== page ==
Until this week, when one of the growing number of robotics companies (100 robotics companies and 10 research institutions) in Massachusetts wanted to vigorously test it’s prototypes they would have to travel to Maryland or Texas, incurring travel costs and losing valuable research time.
Now, they can come to Lowell.
On Tuesday morning, UMass Lowell celebrated the grand opening of its NERVE (New England Robotic Validation and Experimentation) Center on Pawtucket Boulevard, under the direction of Professor Holly Yanco.
“As the University goes, so goes the city,” said Mayor Patrick Murphy, lauding the partnership between the city and university, a key to the region’s economic vitality.
“Lowell is proving once again it is a place where exciting things are happening,” said Massachusetts Secretary of Housing and Economic Development Greg Bialecki, adding the state is driven by the innovation economy, with robotics leading the way.
Bialecki added the robotics industry keeps growing and moving forward seemingly unaware of the “hand wringing” going on in government and bureaucratic circles about whether Massachusetts is a good place to do business. He made the comparison to the bumblebee who continues flying along; unaware a scientific study concluded his wings are not sufficient to carry his body.
According to a report released Tuesday by the Massachusetts Technology Leadership Council, more than 3,200 people are employed by robotics companies in Massachusetts, an industry that has seen $1.9 billion in sales and in which 60 percent of the companies are less than 10 years old. More than $200 million have been invested in robotics in the last five years in this state.
Colin Angle, Chairman of the Board, CEO and co-Founder, of Burlington-based iRobot (yes, the people who make that cute Roomba vacuum robot), announced on Tuesday his company would be the first and an “enthusiastic” user of the facility.
“The days of the robot demo being enough are gone,” said Angle, explaining a robot used to be deemed a success if you could get it to work once – on video. Today, robots need to be durable and operate consistently every day.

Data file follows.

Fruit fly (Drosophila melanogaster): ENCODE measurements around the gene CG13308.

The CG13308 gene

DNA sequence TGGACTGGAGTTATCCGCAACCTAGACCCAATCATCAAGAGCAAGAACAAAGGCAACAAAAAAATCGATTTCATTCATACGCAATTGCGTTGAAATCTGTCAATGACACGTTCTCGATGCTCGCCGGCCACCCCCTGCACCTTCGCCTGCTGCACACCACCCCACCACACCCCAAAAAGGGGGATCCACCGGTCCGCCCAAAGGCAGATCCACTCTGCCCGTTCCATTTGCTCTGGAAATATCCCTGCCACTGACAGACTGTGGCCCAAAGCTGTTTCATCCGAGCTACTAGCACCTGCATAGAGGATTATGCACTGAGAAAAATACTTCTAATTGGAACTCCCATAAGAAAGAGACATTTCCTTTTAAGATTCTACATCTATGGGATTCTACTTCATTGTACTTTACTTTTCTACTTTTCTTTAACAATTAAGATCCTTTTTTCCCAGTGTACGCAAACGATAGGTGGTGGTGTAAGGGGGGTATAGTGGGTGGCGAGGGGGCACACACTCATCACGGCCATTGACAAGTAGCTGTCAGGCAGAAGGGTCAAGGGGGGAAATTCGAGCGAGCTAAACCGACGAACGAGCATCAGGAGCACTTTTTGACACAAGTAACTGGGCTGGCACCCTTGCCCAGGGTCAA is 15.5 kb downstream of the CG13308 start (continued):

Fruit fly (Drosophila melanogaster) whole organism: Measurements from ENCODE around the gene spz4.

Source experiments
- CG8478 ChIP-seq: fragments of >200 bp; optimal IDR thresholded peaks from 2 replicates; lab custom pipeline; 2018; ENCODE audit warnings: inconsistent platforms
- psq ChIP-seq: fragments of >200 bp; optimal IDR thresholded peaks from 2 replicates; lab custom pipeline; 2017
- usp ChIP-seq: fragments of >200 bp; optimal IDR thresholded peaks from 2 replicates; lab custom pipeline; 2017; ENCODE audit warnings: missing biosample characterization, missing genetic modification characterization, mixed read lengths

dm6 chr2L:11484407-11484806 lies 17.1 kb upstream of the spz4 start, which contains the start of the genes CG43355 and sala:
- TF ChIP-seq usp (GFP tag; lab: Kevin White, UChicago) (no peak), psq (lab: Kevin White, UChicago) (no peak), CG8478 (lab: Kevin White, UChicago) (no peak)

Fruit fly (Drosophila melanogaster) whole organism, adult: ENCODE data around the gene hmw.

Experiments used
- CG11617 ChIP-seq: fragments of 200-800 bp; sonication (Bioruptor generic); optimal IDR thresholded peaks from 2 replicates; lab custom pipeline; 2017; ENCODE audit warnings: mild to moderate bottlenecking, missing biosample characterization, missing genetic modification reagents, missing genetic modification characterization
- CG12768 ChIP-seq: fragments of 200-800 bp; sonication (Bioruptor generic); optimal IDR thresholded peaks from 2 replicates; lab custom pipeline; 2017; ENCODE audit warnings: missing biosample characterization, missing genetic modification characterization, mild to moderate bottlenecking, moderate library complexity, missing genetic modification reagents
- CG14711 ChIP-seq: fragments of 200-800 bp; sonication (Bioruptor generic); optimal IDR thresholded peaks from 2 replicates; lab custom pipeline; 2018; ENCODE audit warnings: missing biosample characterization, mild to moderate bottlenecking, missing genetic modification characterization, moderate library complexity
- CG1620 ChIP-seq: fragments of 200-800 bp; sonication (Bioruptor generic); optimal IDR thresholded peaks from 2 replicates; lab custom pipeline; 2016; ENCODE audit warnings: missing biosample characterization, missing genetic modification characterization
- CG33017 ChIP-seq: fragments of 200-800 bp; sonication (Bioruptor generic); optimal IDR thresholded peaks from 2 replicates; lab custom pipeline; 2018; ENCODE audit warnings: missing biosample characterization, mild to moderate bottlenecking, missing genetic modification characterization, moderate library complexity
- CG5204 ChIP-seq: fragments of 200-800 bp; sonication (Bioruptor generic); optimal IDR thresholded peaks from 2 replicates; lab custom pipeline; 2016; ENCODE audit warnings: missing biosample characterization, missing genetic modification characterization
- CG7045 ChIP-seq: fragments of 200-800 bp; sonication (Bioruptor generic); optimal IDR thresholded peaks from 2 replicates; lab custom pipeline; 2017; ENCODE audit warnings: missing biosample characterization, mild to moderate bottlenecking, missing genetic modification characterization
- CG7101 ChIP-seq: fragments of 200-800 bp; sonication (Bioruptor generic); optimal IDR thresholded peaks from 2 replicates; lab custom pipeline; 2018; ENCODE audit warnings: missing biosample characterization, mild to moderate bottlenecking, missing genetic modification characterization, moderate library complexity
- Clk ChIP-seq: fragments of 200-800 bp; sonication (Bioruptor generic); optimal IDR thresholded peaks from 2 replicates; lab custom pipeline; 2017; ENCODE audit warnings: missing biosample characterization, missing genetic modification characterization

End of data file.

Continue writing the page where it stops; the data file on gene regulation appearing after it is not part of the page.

He referred to those charged with testing the inventors’ prototypes as “a fiendish band of rogue engineers,” who spend their days figuring out how to render the robots inoperable in the quest to building a better robot.
“We are grateful to these strange human beings for existing,” Angle added.
Although iRobot is commercially known for the Roomba, they have also engineered many military robots capable of much more than cleaning up spilled Cheerios.
Following the massive earthquake that devastated Japan and severely compromised the Fukushima nuclear power plant in 2011, two of iRobot’s droids, the Packbot 510 and Warrior 710 were deployed to the nuclear reactor.
The Packbots are capable of detecting temperature, gamma radiation, gas, vapors and toxic chemicals and returning their findings to their controllers immediately. The Warriors have the capability to carry heavier loads and be used as robotic “firefighters,” bringing hoses into sections of the plant to provide cooling water.
It was the use of the robots that Japanese officials credited with the cool shutdown of the plant.
Back in Lowell, the NERVE Center will be used by both academic researchers and companies to build a better robot in a number of areas including: human-robot interaction, autonomous systems, urban search and rescue, and assistive technology. Center staff, directed by Yanco and managed by Adam Norton, will also develop new methods for testing robotic prototypes.
The indoor arenas of the 10,800 square-foot facility, 9,000 square-feet of which is dedicated to testing tracks, will allow for year-round testing of robot systems.
The test courses include:
- Indoor rain area
- Fording basin
- Splash pools
- Various surfaces and terrain types
- Belgian Block
- Version of the NASA Mars Yard (sand, rocks, and hill)
- Replicated from NIST; mostly for SUGV (small unmanned ground vehicle) mobility and endurance testing
- Continuous/Crossing Pitch and Roll Ramps
- Underbody Inspection
- Symmetric Step fields
- Multiple staircases at different angles
- Hurdles and Gaps
- Sensor Visual Acuity Tests
- Inclined Plane
- Horizontal and Vertical Planar Apparatuses
- Cylindrical Apparatuses
- Breaking/Boring Wall
- Polar Grid with Radial and Nodal Apparatuses
“We are taking the next step into the future,” said UMass Lowell Chancellor Marty Meehan.